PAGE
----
Decentralized Grid. The centralized grid structure does not have the capacity to effectively value aggregated distributed resources and the competitive generation and load management services they deliver. In the EWC, each DER device (whether a new appliance or a microgrid) has its own digital identity linked to its capacity and customer information. As these DER join the grid, they can act “on behalf of their owners — to use or not use electricity at certain times via detailed, close-to-real-time price signals.” This makes it possible for local DER aggregations can function as single grid participant or “clean energy portfolio” replacing the need to purchase electricity from centralized thermal power plants.
Contract and Market Diversity. Bilateral and multi-lateral smart contracts can bring wholesale markets to the local distribution grid without a costly back-office process. According to the Foundation, “Forward-looking capacity, real-time energy, and ancillary services markets can be localized, aggregated in a nested hierarchy, and better reflect the value of energy and services over time and place.” The Foundation predicts new utility business models and market entrants will emerge in response to blockchain benefits such as lower market management operating costs, improved DER cost profiles, and continuing advances in blockchain and digital technology.
Electric Vehicle Framework. The ability of blockchain to enable a physical asset to participate directly in energy markets is particularly suited to electric vehicle adoption. According to a recent McKinsey&Company article entitled “What Every Utility CEO Should Know about Blockchain,” blockchain has the potential to facilitate EV charging by providing charging station maps that match the driver’s preferences and real-time pricing information and allow him/her to pay with a secure blockchain wallet and smart contract technology. Additionally, the Foundation notes, “In electricity markets, electric vehicles could use this functionality to enter into direct legal agreements with counterparties, removing the need for a vehicle to re-enter a legal flexibility service agreement with a grid operator even if the human ownership of the car had changed.”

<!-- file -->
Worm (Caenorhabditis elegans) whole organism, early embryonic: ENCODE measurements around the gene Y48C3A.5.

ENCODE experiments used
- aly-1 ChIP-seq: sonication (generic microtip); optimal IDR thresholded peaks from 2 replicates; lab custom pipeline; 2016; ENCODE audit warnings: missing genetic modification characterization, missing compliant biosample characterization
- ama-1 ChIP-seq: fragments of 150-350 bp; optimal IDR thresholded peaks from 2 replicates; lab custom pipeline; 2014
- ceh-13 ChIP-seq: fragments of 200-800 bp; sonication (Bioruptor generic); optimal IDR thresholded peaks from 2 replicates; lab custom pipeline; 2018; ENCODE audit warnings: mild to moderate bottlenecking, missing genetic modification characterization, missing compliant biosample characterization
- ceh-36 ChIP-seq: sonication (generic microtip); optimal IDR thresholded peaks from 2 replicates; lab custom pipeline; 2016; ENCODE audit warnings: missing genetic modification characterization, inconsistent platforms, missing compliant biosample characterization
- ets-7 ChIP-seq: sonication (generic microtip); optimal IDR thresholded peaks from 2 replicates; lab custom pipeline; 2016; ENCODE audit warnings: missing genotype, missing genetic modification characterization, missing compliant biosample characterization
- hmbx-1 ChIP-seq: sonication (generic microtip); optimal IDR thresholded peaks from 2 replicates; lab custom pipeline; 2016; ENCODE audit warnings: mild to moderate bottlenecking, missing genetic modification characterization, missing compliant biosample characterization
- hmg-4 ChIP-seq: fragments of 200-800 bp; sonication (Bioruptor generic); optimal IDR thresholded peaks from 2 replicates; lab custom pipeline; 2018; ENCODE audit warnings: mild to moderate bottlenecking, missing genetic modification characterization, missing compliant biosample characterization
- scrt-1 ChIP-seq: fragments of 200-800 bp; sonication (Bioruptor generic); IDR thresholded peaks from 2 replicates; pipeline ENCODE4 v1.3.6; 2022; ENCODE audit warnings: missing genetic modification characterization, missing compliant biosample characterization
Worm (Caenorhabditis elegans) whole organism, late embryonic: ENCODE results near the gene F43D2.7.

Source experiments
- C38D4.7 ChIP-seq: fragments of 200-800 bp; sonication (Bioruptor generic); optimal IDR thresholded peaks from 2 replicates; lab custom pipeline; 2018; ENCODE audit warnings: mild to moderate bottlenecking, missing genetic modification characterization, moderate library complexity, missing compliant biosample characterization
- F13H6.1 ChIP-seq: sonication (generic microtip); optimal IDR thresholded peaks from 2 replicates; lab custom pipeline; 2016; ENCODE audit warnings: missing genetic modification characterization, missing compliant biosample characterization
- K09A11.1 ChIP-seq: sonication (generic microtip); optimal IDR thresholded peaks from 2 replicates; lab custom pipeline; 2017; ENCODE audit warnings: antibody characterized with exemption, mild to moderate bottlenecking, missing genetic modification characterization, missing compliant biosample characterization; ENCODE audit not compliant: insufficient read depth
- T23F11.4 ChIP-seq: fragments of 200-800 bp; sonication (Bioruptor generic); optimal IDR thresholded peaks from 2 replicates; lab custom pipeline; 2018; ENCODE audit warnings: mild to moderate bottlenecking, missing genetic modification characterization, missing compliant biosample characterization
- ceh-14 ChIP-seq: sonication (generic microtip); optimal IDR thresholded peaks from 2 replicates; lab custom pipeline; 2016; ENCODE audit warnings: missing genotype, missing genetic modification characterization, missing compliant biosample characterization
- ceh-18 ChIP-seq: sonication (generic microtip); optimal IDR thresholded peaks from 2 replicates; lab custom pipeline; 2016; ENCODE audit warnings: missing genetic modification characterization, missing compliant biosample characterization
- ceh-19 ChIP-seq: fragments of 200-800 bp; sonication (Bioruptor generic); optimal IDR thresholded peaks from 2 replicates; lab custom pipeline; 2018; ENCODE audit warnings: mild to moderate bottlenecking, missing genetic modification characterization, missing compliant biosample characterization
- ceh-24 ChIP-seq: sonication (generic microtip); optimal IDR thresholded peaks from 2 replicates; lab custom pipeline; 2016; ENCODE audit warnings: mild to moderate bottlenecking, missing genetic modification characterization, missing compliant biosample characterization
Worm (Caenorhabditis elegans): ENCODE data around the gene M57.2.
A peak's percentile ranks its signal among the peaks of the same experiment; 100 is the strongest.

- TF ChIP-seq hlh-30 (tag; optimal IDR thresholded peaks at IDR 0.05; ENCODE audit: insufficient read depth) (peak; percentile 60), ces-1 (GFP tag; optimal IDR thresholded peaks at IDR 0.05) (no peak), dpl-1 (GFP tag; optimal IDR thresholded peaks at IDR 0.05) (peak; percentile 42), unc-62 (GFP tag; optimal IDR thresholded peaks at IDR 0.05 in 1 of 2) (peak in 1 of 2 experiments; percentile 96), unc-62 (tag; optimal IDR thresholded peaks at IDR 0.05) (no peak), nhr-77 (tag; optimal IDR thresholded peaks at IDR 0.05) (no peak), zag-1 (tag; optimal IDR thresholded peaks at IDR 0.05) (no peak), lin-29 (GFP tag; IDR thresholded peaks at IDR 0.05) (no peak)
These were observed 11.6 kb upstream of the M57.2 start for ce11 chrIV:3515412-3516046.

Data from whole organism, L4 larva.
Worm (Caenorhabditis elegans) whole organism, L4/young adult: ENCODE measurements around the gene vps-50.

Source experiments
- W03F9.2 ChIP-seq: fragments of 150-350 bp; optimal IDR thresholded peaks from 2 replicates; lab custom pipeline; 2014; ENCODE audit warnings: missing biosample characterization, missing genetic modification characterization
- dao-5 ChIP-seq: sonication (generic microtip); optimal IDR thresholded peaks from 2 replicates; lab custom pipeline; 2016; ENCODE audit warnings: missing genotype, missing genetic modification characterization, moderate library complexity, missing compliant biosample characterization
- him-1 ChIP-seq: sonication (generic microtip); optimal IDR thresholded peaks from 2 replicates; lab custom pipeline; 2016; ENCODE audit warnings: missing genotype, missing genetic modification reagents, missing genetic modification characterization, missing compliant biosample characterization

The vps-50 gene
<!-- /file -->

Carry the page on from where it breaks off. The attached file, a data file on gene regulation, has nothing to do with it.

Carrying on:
The September 2018 GreenTech Media article “For Utilities Exploring Blockchain, There’s Beauty in the Mundane” reports that PG&E and BMW are using blockchain to pilot a carbon credit program for electric vehicles (EV) using an emissions profile based on when the driver charges his/her EV. BMW telematic data is being used to cross-reference user charging behavior with the real-time energy mix data to incentivize drivers to charge when solar energy is plentiful.
Renewable Energy Certificates (REC). The EWC provides a digitized automated platform for REC transactions using the device identity and smart contracts to make REC transactions affordable, effective, and transparent while providing ownership privacy where needed.
As the broader EWC platform is being developed, energy companies are using blockchain in internal proof-of-concept applications such as tracking chain-of-custody for building materials and equipment; for example, PG&E is using blockchain to trace steel reels that carry overhead cables to determine how blockchain can improve and automate the supply chain for all grid materials, according to GreenTech Media.
Community Choice Energy. The Energy Web Chain initiative provides an opportunity for Community Choice Agencies to represent the needs and goals of local communities as collaborators in the platform development. To join the Energy Web Chain collaborator group and provide feedback and recommendations as the project counts down to its summer 2019 launch, contact the Foundation at https://energyweb.org/contact-us/
Chris Cone is Principal of Chris Cone Consulting specializing in distributed clean energy systems that engage private sector innovation, accountability, and competition to meet greenhouse gas targets; drive solutions that create jobs and grow local economies; and foster a sustainable clean energy economy.